A veteran editor, teacher, and author assembles some advice for aspiring writers of fiction.
Cohen (Chasing the Sun: The Epic Story of the Star that Gives Us Life, 2010, etc.) tells us that his new volume began “as an outflow of my university teaching,” and in some ways, the lecturer’s tone remains. For each of his points, the author mines his own vast reading, with names like Tolstoy, Twain, Updike, Dickens, Eliot, and other notables appearing continually, and he has a fondness for occasionally declaring what is the best: James Wood is the best book critic today (difficult to argue with that); F.L. Lucas’ Style is the best book about rhythm and writing. Cohen’s myriads of examples are lush and instructive though sometimes quite elementary. He takes a little time, for example, to explain what iambic pentameter is; it’s hard to imagine that the readers of this book would not know such a thing. Organized topically—beginnings, point of view, dialogue, rhythm, sex, endings—the book generally surveys the literary history of the topic, offers some prescriptions and proscriptions, and concludes with some advice for the novice—e.g., “simple clear prose is not the only way to write, but it is the best.” Along the way, Cohen delivers a few sharp jabs at some writers—Michael Holroyd’s writing, he writes, has grown “slipshod”—but for the most part, he is a generous tour guide through his literary world and generally favors positive over negative examples—though there are plenty of the latter. Perhaps most engaging are Cohen’s occasional anecdotes about his own experiences as a writer and editor and—in one extensive case—literary friend: he tells a fine story about how Richard Holmes developed the idea for his Footsteps (1985).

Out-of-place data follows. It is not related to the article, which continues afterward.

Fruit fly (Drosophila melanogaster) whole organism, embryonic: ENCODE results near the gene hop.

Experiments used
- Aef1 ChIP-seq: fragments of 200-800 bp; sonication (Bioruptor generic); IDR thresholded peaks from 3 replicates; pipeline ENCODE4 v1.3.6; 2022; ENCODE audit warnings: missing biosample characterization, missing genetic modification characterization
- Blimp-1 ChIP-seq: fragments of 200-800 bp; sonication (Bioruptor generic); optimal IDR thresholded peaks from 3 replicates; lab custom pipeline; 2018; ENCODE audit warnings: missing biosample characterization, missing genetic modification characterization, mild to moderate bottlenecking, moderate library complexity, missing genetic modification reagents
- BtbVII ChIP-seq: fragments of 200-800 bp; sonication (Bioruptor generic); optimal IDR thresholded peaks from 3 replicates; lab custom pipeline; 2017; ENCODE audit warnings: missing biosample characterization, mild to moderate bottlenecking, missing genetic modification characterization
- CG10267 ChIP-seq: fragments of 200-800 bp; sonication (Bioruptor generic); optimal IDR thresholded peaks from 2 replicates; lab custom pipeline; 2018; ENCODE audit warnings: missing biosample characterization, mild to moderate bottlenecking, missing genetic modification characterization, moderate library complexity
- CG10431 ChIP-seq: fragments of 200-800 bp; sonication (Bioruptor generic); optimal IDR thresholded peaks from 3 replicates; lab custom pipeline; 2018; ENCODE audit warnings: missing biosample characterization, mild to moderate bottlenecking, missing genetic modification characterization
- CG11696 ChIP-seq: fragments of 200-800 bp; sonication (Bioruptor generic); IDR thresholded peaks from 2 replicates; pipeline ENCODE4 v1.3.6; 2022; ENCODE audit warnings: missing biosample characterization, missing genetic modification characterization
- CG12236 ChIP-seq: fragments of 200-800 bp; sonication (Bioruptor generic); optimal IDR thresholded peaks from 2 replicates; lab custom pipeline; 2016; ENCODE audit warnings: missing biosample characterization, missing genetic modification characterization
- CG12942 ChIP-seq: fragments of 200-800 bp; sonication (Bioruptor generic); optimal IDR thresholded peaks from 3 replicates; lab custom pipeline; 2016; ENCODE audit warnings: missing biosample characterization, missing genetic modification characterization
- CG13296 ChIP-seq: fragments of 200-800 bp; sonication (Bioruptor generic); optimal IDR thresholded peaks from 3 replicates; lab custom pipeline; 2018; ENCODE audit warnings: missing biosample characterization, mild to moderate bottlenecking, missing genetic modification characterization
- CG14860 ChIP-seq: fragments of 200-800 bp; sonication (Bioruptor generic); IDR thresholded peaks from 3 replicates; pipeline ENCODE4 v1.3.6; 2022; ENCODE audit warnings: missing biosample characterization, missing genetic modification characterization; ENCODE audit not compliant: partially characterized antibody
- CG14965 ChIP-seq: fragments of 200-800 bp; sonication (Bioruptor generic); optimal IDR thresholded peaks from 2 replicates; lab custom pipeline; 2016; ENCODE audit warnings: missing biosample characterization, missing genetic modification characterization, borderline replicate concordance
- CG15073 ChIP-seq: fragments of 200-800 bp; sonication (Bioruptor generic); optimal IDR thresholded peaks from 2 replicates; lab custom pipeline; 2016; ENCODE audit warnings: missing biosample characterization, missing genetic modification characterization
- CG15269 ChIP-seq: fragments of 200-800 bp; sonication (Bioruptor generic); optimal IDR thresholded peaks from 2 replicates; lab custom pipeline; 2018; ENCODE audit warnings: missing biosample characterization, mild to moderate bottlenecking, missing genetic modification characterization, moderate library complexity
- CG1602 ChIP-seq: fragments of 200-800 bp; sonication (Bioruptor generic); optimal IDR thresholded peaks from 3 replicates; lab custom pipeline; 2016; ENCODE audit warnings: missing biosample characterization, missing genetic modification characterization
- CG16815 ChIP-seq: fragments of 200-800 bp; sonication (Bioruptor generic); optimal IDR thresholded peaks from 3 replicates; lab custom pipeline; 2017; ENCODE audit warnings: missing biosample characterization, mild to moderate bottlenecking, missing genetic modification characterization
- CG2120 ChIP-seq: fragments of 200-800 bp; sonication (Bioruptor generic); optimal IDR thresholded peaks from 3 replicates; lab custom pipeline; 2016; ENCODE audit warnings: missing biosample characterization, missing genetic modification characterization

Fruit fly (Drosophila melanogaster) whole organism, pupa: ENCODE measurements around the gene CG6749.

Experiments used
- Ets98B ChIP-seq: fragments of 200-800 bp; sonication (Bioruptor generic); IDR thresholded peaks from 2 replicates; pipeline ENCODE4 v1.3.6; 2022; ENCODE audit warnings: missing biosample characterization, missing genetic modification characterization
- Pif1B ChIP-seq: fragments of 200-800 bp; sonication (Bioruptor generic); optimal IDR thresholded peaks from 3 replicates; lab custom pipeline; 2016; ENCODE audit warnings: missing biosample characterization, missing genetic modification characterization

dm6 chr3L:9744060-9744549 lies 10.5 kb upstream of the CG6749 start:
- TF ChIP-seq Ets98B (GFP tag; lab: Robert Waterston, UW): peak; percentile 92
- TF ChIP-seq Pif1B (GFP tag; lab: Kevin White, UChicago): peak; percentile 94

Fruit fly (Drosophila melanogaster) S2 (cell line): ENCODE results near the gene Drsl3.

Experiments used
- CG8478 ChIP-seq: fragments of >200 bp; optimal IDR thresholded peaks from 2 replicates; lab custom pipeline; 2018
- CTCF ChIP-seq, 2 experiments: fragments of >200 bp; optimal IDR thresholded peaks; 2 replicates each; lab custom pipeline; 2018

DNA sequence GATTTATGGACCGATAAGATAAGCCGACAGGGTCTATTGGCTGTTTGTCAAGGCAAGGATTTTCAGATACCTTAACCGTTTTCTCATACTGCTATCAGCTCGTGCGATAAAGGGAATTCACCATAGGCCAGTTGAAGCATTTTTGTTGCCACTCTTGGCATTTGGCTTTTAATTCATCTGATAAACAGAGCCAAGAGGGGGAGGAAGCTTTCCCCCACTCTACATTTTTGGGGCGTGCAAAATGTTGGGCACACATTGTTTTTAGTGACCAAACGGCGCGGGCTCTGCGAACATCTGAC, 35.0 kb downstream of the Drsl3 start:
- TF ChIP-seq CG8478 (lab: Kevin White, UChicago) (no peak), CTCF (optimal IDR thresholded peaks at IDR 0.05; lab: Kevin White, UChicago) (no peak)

Mostly standard writing advice, minus the bullet points, plus the gleanings from a lifetime of reading and thought.